QM Fundamental Concepts

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  • Chapter 1

    Fundamental concepts

    1.1 The Stern-Gerlach experiment

    The Stern-Gerlach experiment is described in almost every text onquan-tum mechanics, including Section 1.1 of Sakurai and Napolitano. The sig-nificant features of the Stern-Gerlach experiment that are relevant to ourconsiderations of quantum mechanics are

    Measurement of the projection of the magnetic moment of silveratoms in a fixed direction revealed that the distribution of measure-ments is wholly parallel or anti-parallel to that direction, rather thancharacteristic of a continuous distribution.

    The measurement forces the system into a particular state; only twosuch states are accessible in the classic Stern-Gerlach experiment (la-belled spin-up and spin-down).

    Repeated applications of the Stern-Gerlach experiment cause the sys-tem to lose all recollection of previous measurements, in this case thex- and y-components of the magnetic moment.

    A quantum theory of measurement is required to explain these phe-nomena.

    These observations constrain the form of acceptable theories to explainthese microscopic quantum phenomena. Quantum mechanics has beendeveloped in various forms: wave mechanics (Schrodinger), matrix me-chanics (Heisenberg), the symbolic method (Dirac) and in a space-time formalism (Feynman). In this course we consider Diracs formula-

    7

  • 8 Chapter 1. Fundamental concepts

    tion which emphasises the superposition principle and the specification ofcomplex vector space representations of the states of a given system.

    1.2 Kets, bras and operators

    :The state of a physical system is represented by a state vector | (Dirac

    notation - a ket) in a complex vector space V. (Complex denotes V isdefined over the field of complex numbers C.)

    Properties of the complex vector spaceV:

    1. If |, V then there exists | +

    V (closure).

    2. If | V and c C then c | V.

    3. There exists |0 V such that | + |0 = | for all | V (null ket).

    4. If | V then there is an inverse, |, such that | + ( |) = |0.For all | ,

    , V we have

    5. | +=

    + | (commutativity).

    6.(

    | +)

    +

    = | +

    (+

    )

    (associativity).

    7. 1 | = |.

    8. c1 (c2 |) = (c1c2) | (associativity).

    9. (c1 + c2) | = c1 | + c2 | (distributivity).

    10. c1(

    | +)

    = c1 | + c1(distributivity). (1.2.1)

    :The kets | and c | with c , 0 represent the same physical state.

    :An observable of the physical system (eg. momentum or components of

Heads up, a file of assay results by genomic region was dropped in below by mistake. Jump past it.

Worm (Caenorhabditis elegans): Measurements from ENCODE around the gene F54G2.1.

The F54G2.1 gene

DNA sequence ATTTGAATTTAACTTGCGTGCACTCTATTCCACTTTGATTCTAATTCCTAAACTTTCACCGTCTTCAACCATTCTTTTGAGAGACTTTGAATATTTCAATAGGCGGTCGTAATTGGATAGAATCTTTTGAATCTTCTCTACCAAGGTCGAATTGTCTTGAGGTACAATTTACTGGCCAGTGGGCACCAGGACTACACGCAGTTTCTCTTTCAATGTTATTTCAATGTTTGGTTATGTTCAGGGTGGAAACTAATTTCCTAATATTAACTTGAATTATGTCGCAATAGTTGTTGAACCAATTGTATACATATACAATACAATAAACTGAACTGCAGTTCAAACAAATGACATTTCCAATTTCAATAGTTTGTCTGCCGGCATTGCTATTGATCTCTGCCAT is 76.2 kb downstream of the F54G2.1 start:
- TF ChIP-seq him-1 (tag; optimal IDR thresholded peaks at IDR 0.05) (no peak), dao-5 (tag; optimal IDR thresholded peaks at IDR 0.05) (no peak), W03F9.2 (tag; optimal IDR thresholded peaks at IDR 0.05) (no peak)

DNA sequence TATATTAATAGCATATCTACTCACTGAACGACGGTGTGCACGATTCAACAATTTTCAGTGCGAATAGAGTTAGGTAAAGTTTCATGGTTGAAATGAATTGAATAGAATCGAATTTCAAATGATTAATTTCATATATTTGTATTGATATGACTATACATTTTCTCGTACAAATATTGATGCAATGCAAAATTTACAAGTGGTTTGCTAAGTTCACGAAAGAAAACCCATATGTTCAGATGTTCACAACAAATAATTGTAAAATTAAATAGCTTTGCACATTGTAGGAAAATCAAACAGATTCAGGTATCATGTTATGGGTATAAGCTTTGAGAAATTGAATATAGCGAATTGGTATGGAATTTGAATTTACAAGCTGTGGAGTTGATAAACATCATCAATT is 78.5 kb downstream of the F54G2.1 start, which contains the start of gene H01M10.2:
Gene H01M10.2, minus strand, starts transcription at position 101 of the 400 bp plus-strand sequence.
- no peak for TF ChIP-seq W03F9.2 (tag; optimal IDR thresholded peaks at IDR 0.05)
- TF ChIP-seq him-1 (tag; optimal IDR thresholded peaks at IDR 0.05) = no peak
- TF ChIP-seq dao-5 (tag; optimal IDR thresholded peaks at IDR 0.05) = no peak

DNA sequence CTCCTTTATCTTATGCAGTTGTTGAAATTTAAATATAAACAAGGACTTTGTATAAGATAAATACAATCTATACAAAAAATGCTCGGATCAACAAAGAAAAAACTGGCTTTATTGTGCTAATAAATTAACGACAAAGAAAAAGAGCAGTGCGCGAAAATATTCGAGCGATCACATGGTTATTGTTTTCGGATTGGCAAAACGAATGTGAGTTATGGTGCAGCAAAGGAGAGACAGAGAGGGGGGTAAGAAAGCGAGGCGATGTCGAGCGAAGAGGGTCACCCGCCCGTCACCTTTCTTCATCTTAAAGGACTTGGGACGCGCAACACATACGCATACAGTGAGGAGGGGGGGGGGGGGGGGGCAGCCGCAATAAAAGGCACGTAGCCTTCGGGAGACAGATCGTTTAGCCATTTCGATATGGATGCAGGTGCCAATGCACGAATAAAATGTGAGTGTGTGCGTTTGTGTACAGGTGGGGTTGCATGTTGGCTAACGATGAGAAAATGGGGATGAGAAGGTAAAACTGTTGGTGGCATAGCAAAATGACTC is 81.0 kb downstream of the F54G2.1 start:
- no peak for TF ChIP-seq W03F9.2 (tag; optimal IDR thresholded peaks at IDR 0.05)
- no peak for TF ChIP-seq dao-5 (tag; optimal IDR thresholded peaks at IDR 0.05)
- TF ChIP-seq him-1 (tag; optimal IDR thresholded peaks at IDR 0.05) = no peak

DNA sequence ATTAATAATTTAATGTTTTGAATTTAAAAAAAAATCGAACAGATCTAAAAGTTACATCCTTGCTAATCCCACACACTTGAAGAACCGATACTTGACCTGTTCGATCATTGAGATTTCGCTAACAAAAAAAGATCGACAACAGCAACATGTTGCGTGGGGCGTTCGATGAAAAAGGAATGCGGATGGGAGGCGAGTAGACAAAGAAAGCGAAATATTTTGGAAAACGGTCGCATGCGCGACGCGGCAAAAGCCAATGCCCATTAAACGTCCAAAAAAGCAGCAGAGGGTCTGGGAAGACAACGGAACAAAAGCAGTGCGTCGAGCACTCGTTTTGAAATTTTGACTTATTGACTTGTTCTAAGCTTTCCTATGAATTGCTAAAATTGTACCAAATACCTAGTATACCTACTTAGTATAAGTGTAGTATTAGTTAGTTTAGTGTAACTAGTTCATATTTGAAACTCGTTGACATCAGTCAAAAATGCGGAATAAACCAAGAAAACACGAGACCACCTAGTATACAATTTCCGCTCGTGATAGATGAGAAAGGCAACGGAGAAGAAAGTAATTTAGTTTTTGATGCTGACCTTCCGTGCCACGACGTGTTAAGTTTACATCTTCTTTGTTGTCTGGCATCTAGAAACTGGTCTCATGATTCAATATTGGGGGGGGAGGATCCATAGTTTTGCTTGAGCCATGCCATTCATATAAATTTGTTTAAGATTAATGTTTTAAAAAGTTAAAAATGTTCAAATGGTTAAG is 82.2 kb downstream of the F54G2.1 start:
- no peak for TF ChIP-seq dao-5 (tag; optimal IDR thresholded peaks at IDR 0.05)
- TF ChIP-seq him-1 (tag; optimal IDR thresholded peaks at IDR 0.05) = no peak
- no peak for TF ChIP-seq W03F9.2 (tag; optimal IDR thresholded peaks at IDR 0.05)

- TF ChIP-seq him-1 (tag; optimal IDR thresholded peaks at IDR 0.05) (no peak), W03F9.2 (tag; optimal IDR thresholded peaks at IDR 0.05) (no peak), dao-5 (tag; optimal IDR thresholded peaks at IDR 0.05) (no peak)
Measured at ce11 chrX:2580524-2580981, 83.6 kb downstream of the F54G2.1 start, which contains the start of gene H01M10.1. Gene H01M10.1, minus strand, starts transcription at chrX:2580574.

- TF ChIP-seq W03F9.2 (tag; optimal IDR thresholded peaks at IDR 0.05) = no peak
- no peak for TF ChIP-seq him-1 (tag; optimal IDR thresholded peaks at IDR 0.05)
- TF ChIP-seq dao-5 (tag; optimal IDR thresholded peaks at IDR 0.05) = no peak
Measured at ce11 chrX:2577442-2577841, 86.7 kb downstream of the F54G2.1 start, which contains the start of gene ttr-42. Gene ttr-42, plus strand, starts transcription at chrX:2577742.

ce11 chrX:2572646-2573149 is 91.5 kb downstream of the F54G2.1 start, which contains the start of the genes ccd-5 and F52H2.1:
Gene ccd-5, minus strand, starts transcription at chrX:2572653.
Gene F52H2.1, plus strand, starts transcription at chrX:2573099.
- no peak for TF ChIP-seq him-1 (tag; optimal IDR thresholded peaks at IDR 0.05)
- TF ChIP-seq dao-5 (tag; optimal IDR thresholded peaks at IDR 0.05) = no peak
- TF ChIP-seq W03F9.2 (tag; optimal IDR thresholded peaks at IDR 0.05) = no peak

spin) is represented by an operator A which operates on | V to giveA | V.

  • 1.2 Kets, bras and operators 9

    : There are particular | V which are the eigenkets of Adenoted |a , |a , . . . such that

    A |a = a |a , A |a = a |a , . . . (1.2.2)

    where a, a C and are called the eigenvalues of A.

    :When a measurement is performed, the result is always an eigenvalue ofA, which suggests that A is such that the eigenvalues are all real.

    : The physical state of the system corresponding to a particulareigenvalue (and eigenstate) is called an eigenstate.

    (1 2 1) T -12.

    Sz |Sz;+ =~

    2|Sz;+ and Sz |Sz; =

    ~

    2|Sz; (1.2.3)

    The dimensionality of the space V is determined by the degrees of free-dom (two in this example). Any vector in the space can bewritten in termsof the eigenkets of a particular observable, for instance

    Sy;

    =12|Sz;+

    i2|Sz; . (1.2.4)

    We now introduce some additional requirements on the vector spaceV. We require that it is an inner product space. That means there exists amapping from the Cartesian product ofVwith itself, or the set of ordered

    pairs{(

    | ,)

    , | , V

    }

    to the element denoted

    in C (the scalar

    product) with the following properties:

    1. If | , V then

    =

    ( denotes complex conjugation).

    2. If | V then | 0 (a positive-definite metric).

    3. If | V, then | = 0 if and only if | = 0. (1.2.5)

    4. If | ,, V and c1, c2 C then

    (

    c1| +c2

    ) = c1

    + c2

    .

    The Cartesian product of setsA and B is defined as the setAB = {(a, b) : a A, b B}.

  • 10 Chapter 1. Fundamental concepts

    : Two kets | andare said to be orthogonal if

    = 0. (1.2.6)

    : Given a ket | , |0 we can form a normalized ket |:

    | = 1|

    | (1.2.7)

    with the property that | = 1, and| is the norm of |

    Let us now say more about the properties of the operators on V (ingeneral, not necessarily those corresponding to observables):

    1. X = Y if and only if X | = Y | for all | V.

    2. X is the null operator if and only if X | = 0 for all | V.

    3. Operators can be added, and

    X + Y = Y + X (commutative)